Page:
July 17, 2010 § 1 Comment
I grew up reading novels by men who found women delightfully enigmatic creatures, unencumbered by the square-jawed honesty common among men. As a plump thirteen year old, I was drawn to the idea of being mysterious, able to charm and enchant—for such powers giving up the right to become a desk-bound executive or a draftee in basic training did not upset me.
I did, however, think I must not really be a woman since I had such a dense and peculiar inner life and the lovely sylphs in the books had only the sighing of the wind and the feral grace of hunting cats. I was not a woman but I aspired to be, at least one day out of seven.
That was then, this is now (for the moment, anyway). Nothing is enchanted. We’re not French. What we need is more and better enhancements; tension, torque and speed; seven league boots and bionic arms able to pluck prey out of their office chairs and toss them over a shoulder. No more than three to a customer, please, and don’t get too excited and bite their heads off.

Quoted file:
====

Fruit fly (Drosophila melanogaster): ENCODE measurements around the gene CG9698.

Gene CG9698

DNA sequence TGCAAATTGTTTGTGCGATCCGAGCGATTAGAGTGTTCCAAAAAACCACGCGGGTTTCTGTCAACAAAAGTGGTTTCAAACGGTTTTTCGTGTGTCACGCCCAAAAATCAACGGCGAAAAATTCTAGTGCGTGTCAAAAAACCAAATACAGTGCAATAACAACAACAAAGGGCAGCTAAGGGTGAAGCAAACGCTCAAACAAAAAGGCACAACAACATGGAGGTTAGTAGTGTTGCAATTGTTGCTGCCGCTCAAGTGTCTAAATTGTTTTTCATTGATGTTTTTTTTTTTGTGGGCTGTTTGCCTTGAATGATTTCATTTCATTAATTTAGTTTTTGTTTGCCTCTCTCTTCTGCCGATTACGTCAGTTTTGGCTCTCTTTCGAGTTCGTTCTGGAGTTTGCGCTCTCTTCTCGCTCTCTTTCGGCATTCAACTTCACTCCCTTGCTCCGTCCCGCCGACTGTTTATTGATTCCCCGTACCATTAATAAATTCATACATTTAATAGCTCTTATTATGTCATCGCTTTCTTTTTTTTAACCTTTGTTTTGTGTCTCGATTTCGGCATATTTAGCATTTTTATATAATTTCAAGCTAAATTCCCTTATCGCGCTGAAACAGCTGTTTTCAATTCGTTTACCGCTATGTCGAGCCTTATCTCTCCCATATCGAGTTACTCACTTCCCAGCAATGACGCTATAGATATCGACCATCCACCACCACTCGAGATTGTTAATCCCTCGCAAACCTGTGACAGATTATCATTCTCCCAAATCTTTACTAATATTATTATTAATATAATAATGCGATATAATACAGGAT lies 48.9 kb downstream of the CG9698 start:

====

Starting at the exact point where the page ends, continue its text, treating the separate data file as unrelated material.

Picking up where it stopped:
Let’s not age gracefully. Let’s become crones, feast on brie-stuffed croissants and foie gras ice cream, train rats to serve cocktails and find jobs for all the men.
(btw, I know Isabelle Huppert’s face and Robert Herrick’s poem demolish my argument. So it goes.)
Upon Julia’s Clothes
Whenas in silks my Julia goes
Then, then, (methinks) how sweetly flows
That liquefaction of her clothes.
Next, when I cast mine eyes and see
That brave vibration each way free;
Oh, how that glittering taketh me!